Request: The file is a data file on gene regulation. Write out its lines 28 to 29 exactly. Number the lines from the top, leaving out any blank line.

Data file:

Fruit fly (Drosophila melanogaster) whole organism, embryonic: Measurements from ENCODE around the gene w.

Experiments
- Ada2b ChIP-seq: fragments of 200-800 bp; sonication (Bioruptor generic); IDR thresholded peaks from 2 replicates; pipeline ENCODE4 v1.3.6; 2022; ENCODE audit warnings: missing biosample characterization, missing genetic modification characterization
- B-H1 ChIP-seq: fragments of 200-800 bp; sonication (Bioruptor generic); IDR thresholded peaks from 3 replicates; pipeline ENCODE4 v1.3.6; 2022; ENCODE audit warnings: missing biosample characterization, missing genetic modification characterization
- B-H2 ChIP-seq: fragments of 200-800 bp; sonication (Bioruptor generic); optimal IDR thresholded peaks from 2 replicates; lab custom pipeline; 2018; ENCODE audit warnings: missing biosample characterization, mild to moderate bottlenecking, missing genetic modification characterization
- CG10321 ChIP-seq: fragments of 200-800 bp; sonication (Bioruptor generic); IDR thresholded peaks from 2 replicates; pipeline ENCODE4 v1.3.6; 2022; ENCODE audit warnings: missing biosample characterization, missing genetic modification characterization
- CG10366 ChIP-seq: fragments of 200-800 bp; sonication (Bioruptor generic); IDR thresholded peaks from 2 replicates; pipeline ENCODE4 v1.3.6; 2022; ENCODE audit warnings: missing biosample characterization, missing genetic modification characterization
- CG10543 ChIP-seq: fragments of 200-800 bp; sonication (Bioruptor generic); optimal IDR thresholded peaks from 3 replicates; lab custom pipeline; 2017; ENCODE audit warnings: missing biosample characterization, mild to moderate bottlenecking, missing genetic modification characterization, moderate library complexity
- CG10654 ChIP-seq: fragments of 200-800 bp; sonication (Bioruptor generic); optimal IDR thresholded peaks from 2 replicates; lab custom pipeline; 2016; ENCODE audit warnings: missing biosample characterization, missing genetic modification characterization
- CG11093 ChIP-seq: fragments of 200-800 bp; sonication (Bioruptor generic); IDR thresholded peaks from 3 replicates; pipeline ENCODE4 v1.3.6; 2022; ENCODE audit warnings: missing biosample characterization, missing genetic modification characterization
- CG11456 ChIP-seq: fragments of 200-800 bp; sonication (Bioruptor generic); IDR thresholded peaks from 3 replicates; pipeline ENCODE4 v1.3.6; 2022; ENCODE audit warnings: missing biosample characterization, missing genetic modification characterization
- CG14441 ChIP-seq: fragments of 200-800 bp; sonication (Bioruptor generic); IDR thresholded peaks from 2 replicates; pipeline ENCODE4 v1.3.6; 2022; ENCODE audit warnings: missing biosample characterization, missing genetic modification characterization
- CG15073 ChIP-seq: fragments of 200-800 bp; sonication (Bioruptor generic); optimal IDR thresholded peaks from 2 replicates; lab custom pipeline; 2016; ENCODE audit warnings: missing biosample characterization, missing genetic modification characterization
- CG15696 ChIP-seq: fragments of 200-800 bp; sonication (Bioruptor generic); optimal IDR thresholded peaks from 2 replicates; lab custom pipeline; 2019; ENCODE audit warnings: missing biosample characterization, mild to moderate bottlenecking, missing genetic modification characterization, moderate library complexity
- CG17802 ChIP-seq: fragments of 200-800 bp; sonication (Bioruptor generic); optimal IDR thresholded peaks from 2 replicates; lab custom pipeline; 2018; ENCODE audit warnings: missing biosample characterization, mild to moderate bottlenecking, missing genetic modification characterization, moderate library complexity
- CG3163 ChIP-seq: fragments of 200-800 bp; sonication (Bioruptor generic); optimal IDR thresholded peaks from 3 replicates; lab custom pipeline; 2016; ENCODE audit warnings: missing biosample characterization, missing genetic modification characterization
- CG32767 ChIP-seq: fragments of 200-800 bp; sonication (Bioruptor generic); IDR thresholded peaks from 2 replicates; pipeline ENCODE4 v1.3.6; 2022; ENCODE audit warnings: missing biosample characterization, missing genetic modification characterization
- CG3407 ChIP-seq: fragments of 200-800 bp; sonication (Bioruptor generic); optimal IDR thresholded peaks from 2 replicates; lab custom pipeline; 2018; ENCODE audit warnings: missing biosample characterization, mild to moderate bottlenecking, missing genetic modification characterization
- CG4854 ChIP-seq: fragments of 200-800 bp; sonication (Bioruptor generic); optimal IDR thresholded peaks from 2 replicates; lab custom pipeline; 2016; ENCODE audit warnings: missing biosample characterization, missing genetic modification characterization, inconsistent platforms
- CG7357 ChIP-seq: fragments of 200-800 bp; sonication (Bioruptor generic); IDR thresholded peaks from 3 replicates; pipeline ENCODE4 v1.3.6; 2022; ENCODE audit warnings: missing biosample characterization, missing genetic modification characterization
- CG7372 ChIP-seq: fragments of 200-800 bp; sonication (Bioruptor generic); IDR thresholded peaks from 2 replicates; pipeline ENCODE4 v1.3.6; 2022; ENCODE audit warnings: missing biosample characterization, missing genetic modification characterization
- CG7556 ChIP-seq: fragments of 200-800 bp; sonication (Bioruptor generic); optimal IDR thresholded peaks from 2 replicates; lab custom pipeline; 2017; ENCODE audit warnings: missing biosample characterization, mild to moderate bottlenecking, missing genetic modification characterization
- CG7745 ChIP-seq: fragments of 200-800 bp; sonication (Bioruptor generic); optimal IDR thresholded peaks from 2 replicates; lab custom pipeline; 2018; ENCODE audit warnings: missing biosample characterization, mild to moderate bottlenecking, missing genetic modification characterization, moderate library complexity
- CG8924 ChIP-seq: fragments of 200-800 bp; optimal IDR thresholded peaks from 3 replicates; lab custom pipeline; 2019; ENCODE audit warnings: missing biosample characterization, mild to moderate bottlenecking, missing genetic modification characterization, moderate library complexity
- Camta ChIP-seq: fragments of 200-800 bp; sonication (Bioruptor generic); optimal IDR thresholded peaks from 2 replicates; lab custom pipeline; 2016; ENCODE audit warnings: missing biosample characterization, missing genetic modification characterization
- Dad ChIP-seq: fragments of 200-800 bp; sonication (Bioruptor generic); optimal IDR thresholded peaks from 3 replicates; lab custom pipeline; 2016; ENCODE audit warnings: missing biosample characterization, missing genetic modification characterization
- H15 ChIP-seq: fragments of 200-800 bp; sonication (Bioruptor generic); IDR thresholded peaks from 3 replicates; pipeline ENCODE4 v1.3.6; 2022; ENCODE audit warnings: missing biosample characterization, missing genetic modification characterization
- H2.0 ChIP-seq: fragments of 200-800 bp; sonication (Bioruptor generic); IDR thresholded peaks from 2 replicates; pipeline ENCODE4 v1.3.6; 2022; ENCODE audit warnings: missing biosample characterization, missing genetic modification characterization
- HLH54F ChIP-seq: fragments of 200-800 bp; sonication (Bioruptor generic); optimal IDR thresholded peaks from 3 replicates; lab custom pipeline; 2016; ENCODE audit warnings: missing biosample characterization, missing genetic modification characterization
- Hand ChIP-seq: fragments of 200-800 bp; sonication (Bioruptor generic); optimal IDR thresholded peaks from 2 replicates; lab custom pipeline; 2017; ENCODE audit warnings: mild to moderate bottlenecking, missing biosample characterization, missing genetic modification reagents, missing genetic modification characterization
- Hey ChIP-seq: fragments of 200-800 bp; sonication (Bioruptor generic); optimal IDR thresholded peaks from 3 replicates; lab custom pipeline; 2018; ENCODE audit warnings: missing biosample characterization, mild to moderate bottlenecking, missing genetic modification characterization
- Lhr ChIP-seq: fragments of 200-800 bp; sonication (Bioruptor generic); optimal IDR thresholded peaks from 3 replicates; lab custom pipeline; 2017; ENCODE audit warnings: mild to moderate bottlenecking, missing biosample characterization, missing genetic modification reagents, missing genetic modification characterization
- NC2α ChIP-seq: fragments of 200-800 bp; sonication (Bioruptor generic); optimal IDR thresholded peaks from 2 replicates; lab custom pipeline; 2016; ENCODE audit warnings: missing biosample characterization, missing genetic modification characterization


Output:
- H2.0 ChIP-seq: fragments of 200-800 bp; sonication (Bioruptor generic); IDR thresholded peaks from 2 replicates; pipeline ENCODE4 v1.3.6; 2022; ENCODE audit warnings: missing biosample characterization, missing genetic modification characterization
- HLH54F ChIP-seq: fragments of 200-800 bp; sonication (Bioruptor generic); optimal IDR thresholded peaks from 3 replicates; lab custom pipeline; 2016; ENCODE audit warnings: missing biosample characterization, missing genetic modification characterization